Pakistan has lifted the ban on YouTube in the country, but not before pulling down what it deems to be undesirable content from the platform.
The return of YouTube to Pakistan comes after more than two years of blackout. However, the version of YouTube accepted in Pakistan has a local touch.
After a lengthy tug of war between Google and Pakistani authorities, YouTube can now be accessed in the country of nearly 190 million people. That must come as a huge sigh of relief for the local audience as digital video consumption is on the rise globally.
People from Pakistan could freely access YouTube until September 2012 until the government banned the service in its jurisdiction. The ban followed a controversial video that largely painted Islam in a bad light, thus sparking off a series of protests across the country, especially in the major cities.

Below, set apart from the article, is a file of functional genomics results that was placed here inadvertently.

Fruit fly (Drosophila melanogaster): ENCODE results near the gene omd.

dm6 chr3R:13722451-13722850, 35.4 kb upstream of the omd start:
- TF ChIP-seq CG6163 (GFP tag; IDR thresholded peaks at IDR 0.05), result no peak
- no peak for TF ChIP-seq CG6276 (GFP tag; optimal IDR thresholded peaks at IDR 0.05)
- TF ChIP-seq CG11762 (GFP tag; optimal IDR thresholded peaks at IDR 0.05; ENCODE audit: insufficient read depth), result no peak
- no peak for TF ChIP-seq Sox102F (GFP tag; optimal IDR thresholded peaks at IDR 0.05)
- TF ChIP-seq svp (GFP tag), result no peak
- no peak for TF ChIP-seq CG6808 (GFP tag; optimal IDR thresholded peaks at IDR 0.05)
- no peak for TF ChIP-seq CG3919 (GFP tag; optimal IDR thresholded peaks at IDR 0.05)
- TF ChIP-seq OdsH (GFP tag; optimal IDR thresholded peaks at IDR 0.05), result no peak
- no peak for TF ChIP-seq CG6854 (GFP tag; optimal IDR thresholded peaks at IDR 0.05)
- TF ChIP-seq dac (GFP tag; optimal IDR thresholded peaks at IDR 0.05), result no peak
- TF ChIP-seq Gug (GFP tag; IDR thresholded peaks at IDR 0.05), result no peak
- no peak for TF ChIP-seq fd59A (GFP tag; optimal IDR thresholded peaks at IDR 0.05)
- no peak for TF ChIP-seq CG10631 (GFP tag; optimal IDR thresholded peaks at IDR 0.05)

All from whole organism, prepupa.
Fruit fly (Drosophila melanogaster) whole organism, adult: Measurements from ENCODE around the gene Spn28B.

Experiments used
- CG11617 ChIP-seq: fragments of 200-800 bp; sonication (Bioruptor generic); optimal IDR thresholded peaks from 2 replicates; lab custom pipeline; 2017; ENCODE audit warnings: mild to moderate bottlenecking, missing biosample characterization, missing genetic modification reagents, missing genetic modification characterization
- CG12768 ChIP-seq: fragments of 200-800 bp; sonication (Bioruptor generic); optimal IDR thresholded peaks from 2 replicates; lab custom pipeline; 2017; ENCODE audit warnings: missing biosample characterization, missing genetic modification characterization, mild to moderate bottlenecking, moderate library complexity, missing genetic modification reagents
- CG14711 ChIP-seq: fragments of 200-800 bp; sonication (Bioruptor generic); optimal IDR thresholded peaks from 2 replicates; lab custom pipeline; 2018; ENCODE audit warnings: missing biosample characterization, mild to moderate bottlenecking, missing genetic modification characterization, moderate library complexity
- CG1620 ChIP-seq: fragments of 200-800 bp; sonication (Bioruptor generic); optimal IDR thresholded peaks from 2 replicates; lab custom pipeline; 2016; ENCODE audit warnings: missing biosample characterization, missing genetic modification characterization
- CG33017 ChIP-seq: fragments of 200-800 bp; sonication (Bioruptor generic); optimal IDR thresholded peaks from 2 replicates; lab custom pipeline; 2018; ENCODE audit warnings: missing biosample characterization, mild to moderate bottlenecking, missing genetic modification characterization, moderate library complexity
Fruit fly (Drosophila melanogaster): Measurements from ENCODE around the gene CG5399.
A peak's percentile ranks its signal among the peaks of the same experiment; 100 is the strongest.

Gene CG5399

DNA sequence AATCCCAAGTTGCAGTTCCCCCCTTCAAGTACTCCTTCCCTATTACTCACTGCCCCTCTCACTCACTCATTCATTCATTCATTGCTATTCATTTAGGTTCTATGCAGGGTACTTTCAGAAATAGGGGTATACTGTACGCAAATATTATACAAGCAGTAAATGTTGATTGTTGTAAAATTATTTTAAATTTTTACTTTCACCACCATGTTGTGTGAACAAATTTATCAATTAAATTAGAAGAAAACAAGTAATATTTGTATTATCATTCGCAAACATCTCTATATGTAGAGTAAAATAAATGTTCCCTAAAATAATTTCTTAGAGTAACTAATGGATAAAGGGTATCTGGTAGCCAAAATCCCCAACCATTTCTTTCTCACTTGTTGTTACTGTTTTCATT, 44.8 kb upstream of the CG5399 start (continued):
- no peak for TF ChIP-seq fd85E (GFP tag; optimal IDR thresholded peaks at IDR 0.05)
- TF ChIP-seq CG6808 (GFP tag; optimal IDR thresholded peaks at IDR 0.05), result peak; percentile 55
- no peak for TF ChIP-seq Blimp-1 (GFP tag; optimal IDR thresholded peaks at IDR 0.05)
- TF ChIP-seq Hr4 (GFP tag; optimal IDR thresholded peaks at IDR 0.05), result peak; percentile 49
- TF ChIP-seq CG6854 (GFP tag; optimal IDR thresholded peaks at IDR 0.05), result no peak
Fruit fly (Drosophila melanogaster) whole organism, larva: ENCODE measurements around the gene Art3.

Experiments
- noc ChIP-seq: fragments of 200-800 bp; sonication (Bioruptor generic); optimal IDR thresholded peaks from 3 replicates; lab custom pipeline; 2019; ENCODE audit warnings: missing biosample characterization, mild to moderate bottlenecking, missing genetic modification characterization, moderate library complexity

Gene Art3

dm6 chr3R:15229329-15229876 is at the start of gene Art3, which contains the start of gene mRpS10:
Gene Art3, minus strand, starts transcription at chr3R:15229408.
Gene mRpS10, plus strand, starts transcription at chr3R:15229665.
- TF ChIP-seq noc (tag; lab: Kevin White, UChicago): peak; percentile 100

Power to influence
As YouTube returns in Pakistan, those who use the platform to share videos with Pakistani audience locally won’t have as much freedom as they did in the past.
The Pakistan Telecommunication Authority (PTA) has got the opportunity to ask for the removal of hostile content from the local YouTube platform, which means that the Pakistani government will continue to censor local YouTube content.
If PTA finds content on YouTube offensive, it will notify Google, which will, in turn, be required to restrict access to the content in question to the local audience.
However, Google maintains that blocking of content even on the local Pakistani YouTube will follow the regular process. By that, Google means that it will only pull down a video or block access to content after a thorough review to ascertain whether it is truly out of order.
Additionally, the Pakistan government will have to make public its intention to have a video removed from the local YouTube platform.
According to Google, the procedure of blocking or removing content from Pakistan’s YouTube will not be any different from what it practices in other markets where it runs local version of the video sharing service.
Censoring digital content
In Pakistan, authorities have blocked access to thousands of websites over the last few years, mainly because they are deemed to be offensive. However, activists claim that the government is only interested in muzzling dissidents in censoring local online content.